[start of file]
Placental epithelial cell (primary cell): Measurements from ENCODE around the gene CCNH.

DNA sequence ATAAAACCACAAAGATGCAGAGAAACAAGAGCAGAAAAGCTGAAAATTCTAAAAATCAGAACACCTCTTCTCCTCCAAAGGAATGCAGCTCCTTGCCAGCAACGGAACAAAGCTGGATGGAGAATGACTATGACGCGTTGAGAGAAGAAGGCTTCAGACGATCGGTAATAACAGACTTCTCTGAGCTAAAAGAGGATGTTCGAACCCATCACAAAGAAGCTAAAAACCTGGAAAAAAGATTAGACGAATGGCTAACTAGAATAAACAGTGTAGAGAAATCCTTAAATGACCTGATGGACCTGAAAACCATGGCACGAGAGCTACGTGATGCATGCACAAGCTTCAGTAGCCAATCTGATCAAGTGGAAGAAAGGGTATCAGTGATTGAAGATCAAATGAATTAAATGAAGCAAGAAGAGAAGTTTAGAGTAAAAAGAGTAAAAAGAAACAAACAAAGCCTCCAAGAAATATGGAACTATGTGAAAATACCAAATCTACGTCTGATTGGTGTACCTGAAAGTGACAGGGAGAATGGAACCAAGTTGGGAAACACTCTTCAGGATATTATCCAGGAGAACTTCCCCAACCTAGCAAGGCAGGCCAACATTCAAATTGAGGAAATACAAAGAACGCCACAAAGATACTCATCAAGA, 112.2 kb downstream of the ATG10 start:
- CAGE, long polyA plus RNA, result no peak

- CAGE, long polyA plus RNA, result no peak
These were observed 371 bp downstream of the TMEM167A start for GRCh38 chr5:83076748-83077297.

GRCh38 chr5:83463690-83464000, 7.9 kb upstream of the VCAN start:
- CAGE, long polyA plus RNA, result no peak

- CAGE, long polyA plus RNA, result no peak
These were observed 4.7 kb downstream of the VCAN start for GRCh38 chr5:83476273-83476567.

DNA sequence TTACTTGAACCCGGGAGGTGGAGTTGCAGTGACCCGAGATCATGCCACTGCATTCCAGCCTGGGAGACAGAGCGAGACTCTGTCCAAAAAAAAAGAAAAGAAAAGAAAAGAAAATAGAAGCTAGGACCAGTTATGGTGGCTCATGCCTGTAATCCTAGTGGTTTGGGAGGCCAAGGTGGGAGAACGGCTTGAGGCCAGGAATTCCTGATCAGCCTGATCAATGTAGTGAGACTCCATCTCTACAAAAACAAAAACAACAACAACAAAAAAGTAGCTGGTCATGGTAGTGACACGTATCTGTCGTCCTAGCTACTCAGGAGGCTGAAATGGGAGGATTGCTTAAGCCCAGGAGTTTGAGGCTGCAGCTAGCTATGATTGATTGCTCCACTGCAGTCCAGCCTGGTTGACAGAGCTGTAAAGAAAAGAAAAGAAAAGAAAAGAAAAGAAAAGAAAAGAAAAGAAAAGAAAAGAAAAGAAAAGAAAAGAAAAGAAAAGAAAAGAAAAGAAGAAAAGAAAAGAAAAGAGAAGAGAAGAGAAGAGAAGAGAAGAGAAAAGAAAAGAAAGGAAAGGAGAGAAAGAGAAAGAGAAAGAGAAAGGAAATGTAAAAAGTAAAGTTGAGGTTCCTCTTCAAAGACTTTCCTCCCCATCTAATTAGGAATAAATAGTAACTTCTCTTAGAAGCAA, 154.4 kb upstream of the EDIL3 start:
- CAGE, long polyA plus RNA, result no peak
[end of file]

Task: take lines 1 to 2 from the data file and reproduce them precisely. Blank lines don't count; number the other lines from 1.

Placental epithelial cell (primary cell): Measurements from ENCODE around the gene CCNH.

DNA sequence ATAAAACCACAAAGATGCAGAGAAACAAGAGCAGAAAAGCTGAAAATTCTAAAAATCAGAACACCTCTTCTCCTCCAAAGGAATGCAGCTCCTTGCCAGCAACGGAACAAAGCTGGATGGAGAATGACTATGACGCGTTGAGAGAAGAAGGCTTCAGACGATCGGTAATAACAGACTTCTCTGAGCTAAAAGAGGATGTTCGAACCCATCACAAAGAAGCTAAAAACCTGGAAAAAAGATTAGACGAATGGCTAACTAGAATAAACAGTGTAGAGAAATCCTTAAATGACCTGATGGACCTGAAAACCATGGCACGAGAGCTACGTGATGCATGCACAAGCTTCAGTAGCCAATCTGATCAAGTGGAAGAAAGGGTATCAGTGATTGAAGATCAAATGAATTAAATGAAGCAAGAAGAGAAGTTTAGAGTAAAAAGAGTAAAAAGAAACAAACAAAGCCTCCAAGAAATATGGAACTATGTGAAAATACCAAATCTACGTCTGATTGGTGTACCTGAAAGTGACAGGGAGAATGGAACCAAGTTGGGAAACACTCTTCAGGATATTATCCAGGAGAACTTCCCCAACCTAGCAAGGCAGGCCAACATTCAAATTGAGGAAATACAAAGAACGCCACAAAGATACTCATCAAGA, 112.2 kb downstream of the ATG10 start: